Now that Lion’s Gate has teamed with Marvel Comics, we’re going to begin to see a lot of straight to video animated features that take off from Marvel’s flagship characters, and the first one out of the ballpark is “Ultimate Avengers”. Now, I never had the chance to read the “Ultimate Avengers” series, but I hear it’s pretty damn good. But from what I’ve seen in magazines from the previews, “Ultimate Avengers” the comic is transferred from page to screen. And what sets this apart from the average Marvel mythos is that it’s basically a new twist on the lore. Nick Fury is black, Hulk is more of an antagonist, Thor is a vain warrior, Cap is discovered by S.H.I.E.L.D. and not Namor, and we’re presented with a more jaded misanthropic scope of superheroes ala the usual zeitgeist of the modern age, though really it’s just the xenophobia that’s become representative of Marvel as a whole. That’s not an insult, but it’s not a compliment either.
And yes, this is hand drawn animation, and that be just the way I likes it. If I’m watching a film that takes from the comics, I want it to look that way, and they give us what we want in terms of quality and entertainment. I’m not sure how accurate this is to the series since I never read it, but being a lifelong comic book fan, I know the basic gist of it all. “Ultimate Avengers” is a pretty damn good animated film that I hope Marvel continues to give us. Basically the “Ultimate Avengers” implanted on to the small screen, except with small tweaks from the original source material. I’ve heard much uproar from fans of the series that the violence and adult themes have been toned down, including Hank Pym’s abusiveness towards the Wasp, but really folks, what were you expecting?
You have Marvel trying to appeal to kids, an extremely marketable team of assorted superheroes, and a PG-13 film. It’s obvious they’d tone it down for young teens. You’ll be surprised to see that though they don’t tackle it head on, much of the themes are still there in distinct subtleties. The sexual references, broken bones, and mild language, it’s there. And I ate it up with a spoon, and I’m not a complacent fan boy. Aliens land on Earth, and are attempting to corrupt the S.H.I.E.L.D. database for–something… and now since Nick Fury and the millions of agents in S.H.I.E.L.D. can’t stop them, he opens up Project: Avenger re-assembling the newly revived Captain America, along with Black Widow, Hulk, Thor, Iron Man, Ant-Man, and The Wasp to take them down.
But Fury and Cap don’t realize their worst enemy may be right beside them in battle. I admit with the short running time I was worried that my money wouldn’t be put to good use, but really it was just what I was hoping for in the end. “Ultimate Avengers” is a tight, and fast action fest with gorgeous animation and the excitement of the avengers that really made them such a beloved comic book franchise. Plus, it helps that the knockdown drag out in the climax was utterly engrossing. Now, for a fan boy rant: I appreciate Marvel trying to take their formula and add some new twists to it, but did we really need more brooding superheroes?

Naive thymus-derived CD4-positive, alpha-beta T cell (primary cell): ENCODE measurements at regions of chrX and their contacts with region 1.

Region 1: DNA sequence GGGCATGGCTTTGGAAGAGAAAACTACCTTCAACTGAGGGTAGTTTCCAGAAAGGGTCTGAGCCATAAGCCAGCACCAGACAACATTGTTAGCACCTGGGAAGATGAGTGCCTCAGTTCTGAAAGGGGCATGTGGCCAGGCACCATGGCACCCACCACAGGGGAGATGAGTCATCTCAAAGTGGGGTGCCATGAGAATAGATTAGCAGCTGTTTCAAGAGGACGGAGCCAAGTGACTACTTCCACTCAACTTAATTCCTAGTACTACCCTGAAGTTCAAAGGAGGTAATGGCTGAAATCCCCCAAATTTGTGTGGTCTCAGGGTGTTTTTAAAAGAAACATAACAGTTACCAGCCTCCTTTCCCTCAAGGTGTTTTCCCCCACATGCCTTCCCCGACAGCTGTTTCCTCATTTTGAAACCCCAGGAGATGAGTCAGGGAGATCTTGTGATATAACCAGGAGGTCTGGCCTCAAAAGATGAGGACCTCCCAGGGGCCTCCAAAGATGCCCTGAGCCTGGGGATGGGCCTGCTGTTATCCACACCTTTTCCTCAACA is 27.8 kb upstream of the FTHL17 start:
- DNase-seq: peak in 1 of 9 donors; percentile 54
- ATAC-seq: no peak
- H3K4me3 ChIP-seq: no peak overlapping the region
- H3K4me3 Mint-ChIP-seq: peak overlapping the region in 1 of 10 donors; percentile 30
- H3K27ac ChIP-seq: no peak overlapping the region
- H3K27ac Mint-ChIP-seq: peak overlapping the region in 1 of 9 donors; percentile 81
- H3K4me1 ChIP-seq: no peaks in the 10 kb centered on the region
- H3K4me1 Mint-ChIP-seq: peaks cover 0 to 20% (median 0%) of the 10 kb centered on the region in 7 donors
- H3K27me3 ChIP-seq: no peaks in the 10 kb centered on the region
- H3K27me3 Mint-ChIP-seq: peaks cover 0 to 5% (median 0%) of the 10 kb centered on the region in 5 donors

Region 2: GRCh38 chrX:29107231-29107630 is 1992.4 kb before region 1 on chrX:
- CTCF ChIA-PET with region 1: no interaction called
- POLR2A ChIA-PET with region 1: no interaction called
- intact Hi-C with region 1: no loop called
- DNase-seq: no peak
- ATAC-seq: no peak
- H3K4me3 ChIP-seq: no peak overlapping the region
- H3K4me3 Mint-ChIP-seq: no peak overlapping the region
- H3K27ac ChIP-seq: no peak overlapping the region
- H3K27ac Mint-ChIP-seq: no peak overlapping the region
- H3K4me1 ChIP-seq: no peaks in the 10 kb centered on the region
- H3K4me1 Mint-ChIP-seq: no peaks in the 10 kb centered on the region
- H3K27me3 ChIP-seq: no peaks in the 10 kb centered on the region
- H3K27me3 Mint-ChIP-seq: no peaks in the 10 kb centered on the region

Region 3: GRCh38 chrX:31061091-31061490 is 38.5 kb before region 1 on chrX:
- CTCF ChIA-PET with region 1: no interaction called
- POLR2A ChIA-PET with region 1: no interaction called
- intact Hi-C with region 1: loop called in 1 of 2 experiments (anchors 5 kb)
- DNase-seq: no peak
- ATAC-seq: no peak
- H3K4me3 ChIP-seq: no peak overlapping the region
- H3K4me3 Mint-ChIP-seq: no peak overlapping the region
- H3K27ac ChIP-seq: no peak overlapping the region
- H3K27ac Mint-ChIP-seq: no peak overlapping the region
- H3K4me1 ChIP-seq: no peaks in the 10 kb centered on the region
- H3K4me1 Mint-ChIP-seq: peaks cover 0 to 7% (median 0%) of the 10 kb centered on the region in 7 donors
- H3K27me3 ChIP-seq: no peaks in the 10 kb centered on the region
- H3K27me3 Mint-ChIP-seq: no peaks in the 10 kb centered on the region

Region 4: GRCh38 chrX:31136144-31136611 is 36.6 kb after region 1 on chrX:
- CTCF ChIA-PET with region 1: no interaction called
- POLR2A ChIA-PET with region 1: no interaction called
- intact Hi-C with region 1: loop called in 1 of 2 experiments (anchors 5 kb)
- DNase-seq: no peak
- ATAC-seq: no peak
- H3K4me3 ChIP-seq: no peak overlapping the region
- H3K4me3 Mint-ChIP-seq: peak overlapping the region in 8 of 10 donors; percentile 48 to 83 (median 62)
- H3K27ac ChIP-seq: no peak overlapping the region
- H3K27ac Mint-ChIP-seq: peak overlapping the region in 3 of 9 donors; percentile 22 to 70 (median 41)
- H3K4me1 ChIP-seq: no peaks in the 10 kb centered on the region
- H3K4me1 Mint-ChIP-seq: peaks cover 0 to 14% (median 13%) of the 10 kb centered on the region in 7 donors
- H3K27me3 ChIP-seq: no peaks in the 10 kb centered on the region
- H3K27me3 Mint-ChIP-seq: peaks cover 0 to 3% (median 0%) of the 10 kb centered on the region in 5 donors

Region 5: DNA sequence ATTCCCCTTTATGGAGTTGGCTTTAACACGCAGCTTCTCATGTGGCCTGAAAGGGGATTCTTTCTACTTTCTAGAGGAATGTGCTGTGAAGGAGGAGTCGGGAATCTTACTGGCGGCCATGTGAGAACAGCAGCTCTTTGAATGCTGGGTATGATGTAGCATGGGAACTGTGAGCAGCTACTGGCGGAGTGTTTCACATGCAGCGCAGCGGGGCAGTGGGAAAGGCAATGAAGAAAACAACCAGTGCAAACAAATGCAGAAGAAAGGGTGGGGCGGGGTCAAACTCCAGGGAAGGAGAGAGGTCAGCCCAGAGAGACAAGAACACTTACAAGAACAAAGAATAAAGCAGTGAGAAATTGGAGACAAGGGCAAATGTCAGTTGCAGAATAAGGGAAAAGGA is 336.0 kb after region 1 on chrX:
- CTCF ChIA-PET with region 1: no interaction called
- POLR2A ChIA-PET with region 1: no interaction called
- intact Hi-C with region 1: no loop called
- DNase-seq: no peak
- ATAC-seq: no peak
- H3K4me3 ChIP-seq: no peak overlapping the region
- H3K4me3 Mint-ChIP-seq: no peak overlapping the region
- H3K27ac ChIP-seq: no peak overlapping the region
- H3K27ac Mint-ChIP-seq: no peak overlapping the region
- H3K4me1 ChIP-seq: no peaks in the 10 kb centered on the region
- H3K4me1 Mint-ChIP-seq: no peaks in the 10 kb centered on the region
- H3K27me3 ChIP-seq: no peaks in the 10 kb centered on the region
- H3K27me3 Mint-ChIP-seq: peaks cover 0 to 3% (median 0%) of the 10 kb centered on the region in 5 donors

Marvel’s whole canon has been creating heroes whom treat their superpowers and abilities and they further accentuate that with even more brooding, even turning Cap from a patriotic soldier to a patriotic soldier with problems. And I have to say, personally always preferred the white Nick Fury. I like the way they attempt to add a twist, but it’s Nick Fury, this isn’t some third tier superhero, this is a grizzled Nick Fury. This man runs an army, but where are they? He runs the most covert organization in the world and he can’t keep aliens out? You figure the most powerful corporation in the world would take every single precaution to ensure their security, it was never really logical for Fury to enlist the help of these people without putting his army to work first and foremost.
“Ultimate Avengers” is too short though, so I imagine they’ll either explain it to the audience in the sequel, or apparently just move on to the next story. I was also disappointed by the animation which left much to be desired in terms of style and flair. For an animated film Marvel is trying to tout, you assume they’d enlist top animators, yet instead “Ultimate Avengers” feel like it came out of the nineties. In the end, it’s not perfect. The animation is weak, the film is too short, and the plot is thin, but I loved it, I have to admit. It gave me what I wanted, in terms of entertainment, acting, animation, and sheer style. “Ultimate Avengers” is really only the beginning for Marvel Animation. Here’s hoping they stick to quality.